One of the boldest moves Married is making in its early episodes is allowing its characters to be unlikable. Not Larry David curmudgeon unlikable or flat out anti-hero unlikable, but everyday unlikable. When, in the opening scene of “Uncool,” Lina attempts to brush off the dental receptionist’s demand for payment until after her daughter’s appointment only to have the receptionist say, “Not this time,” the audience is conditioned to find the receptionist the jerk in the situation. Lina’s one of the show’s protagonists, after all, so she must be in the right. Except that it’s clear Lina’s pulled the same maneuver before, and that the lady doing her job playing gatekeeper isn’t some heartless bureaucrat—she’s just a lady doing her job.
It’s unusual for an American sitcom to deal with money in any serious way. Being broke might be a condition for a sitcom family, but on a show like Roseanne, to cite a rare example, the family’s poverty marks them as loveable underdogs. The Bowmans have been established as having money troubles—but Married isn’t portraying them as heroes because of them. Instead, Russ and Lina’s separate adventures in financial finagling in “Uncool” stem from the show’s depiction of the couple as the screwed-up people they are—and while sympathetic to their plight, the show uses the bind they’re in to deepen our understanding of them. And make a few surprisingly honest points about class and race along the way.
Faced with the sudden need to have daughter Ella’s braces tightened (otherwise “they’re just metal in her mouth!” exclaims Lina), both Lina and Russ make plans to raise some cash. Russ is to make the uncomfortable appeal to pal Bernie (John Hodgman) for some money Russ is owed (we find out this episode that Russ does graphic design work), while Lina—much more reluctantly—agrees to meet with her old boss (Jason Kravits). The exchange here is packed with small details about the couple’s past and relationship (again, I like that the show is taking its time in that regard), and each new revelation allows Nat Faxon and Judy Greer to fill in more of their characters’ feelings about where they are with revealingly wounding comic sparring.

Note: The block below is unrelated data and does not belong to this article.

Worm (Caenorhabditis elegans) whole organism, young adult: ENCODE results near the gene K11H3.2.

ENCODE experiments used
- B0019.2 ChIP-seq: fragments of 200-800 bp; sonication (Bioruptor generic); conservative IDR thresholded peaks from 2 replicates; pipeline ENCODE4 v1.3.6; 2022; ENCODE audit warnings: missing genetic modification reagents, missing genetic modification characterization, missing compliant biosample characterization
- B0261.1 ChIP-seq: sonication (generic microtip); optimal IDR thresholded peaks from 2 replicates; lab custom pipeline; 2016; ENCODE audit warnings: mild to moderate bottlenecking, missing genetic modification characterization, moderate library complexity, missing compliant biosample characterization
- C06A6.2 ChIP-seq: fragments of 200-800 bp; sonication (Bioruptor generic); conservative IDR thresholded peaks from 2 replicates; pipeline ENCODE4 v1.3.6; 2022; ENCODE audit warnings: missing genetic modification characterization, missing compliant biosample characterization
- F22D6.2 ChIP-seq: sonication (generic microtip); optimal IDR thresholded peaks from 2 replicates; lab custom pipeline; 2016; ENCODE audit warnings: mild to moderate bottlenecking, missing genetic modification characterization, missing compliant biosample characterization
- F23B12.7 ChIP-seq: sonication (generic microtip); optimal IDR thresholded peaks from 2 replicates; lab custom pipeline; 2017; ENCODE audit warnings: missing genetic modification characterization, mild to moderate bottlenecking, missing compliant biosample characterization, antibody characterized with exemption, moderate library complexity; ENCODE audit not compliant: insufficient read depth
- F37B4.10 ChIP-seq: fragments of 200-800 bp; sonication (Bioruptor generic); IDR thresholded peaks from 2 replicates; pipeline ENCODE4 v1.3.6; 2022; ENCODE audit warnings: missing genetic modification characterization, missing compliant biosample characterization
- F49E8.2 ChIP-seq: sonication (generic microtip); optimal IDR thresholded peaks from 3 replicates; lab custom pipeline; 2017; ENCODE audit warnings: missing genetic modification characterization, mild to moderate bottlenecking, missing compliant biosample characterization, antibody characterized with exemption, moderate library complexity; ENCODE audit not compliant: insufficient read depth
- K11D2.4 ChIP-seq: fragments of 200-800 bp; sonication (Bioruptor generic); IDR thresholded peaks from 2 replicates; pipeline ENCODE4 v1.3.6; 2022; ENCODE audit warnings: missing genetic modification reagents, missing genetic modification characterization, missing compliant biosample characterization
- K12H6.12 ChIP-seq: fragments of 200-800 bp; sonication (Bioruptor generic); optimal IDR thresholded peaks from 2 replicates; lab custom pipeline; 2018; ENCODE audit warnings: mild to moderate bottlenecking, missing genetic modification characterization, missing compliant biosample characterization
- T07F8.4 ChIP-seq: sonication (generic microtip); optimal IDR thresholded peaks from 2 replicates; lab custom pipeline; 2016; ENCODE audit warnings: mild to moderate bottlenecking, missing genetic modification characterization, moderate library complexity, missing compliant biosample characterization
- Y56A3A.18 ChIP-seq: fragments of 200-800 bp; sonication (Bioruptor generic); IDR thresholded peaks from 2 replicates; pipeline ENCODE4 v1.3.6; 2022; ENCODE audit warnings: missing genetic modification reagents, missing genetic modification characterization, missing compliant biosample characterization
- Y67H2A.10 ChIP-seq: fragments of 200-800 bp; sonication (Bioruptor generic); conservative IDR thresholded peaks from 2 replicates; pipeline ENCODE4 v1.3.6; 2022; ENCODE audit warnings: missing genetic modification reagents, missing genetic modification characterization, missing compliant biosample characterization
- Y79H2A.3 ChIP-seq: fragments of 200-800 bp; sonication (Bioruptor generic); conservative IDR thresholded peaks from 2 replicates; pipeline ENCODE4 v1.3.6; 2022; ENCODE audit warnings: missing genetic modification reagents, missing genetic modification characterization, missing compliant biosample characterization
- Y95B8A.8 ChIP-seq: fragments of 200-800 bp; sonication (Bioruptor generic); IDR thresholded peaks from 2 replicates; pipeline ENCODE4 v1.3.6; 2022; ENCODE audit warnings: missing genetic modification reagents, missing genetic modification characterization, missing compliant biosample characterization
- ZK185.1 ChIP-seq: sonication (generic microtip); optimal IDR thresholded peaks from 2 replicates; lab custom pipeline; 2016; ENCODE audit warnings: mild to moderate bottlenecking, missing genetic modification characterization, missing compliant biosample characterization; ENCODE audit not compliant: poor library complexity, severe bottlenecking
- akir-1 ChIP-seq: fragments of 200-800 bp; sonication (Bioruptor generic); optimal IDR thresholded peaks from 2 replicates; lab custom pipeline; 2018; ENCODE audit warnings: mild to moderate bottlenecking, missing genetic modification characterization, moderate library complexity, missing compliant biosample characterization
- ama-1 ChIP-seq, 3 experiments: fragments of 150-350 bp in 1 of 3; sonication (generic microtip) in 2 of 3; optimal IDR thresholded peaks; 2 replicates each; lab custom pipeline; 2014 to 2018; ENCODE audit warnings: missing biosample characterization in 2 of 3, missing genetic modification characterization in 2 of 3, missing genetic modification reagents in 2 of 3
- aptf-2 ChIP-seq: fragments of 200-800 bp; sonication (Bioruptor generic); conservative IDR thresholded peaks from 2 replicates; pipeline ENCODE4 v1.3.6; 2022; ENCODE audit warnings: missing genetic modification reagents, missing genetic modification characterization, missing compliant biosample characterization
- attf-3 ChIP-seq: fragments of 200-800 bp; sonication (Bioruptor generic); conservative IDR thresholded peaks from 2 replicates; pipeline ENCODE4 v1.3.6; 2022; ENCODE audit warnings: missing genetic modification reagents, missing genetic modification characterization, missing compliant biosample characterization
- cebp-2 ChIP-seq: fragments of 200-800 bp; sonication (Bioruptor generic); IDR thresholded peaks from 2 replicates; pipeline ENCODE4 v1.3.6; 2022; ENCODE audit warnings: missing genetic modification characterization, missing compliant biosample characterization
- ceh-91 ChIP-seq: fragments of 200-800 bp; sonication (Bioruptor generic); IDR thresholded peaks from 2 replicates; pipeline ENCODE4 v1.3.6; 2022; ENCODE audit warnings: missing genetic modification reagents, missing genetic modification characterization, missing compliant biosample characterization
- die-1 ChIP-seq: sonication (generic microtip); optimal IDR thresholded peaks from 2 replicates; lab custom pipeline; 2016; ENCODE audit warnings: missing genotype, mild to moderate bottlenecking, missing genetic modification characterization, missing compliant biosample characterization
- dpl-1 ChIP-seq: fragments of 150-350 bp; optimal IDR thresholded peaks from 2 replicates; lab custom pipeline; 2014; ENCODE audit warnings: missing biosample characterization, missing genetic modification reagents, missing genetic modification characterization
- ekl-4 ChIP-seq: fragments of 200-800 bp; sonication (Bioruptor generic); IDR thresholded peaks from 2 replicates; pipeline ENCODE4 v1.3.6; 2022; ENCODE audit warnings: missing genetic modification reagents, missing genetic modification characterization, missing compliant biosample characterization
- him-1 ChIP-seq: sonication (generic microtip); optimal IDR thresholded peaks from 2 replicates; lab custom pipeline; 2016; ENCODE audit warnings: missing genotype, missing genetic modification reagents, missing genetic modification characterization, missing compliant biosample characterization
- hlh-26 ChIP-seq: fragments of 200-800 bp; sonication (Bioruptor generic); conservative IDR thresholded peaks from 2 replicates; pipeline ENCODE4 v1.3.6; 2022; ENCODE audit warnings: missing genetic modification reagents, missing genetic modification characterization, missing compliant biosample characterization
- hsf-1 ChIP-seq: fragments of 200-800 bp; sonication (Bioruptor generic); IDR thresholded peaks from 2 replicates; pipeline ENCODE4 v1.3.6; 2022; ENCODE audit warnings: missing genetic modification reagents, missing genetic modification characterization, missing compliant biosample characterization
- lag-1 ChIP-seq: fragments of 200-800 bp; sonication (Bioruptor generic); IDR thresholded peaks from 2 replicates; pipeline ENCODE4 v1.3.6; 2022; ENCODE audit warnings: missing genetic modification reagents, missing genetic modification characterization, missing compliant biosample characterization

A tradition of Married so far is that each episode contains one line that pulls the characters involved—and the audience—up short. Tonight, it’s Lina’s turn, and it’s a doozy. Pressured by Russ to go back to her hated but lucrative payroll company job, Lina eventually accedes, saying, “I hate you. [Pause.] I don’t hate you. I just hate my life. And my life is you.” (There’s a laugh line after it, but still.)
Married is at its heart a comic examination of what happens to two people who love each other but are constantly tested by the world’s relentless assertion that they aren’t any good at being grown-ups. Lina’s sacrifice here is by far the larger of the two, and her visceral revulsion at the prospect of returning to that old job provides Greer with some real comic energy. (When Jenny Slate’s Jess, along for moral support, tries to urge her on, Lina’s jabbering deferral, “I should go back to school. I think I should take the MCAT or the LSAT or the GMAT. I should just cancel this lunch and take a Kaplan course” is funny, but Greer brings out the panicky desperation underneath the bit Lina’s doing.)
There’s been criticism lobbed at Married that Russ gets off the hook for being the “irresponsible goofball dad” character, but it’s clear the show is fully aware of the imbalance in the couple’s relationship—and so are the characters. When Russ complains to Bernie, “I feel like all the pressure’s on me. If we can’t afford something then it’s automatically my fault,” it’s stereotypical TV husband talk. But when we find out that Lina had supported Russ while he got “his shit together,” and Russ responds, “I did—for a while,” Faxon’s signature toothy sheepishness says a lot. These aren’t two people unaware of the sexual politics of traditional gender roles in marriage—these are two people who both understand that they’re in a mess, and that sometimes in a relationship, someone’s going to get the crappy end of the deal.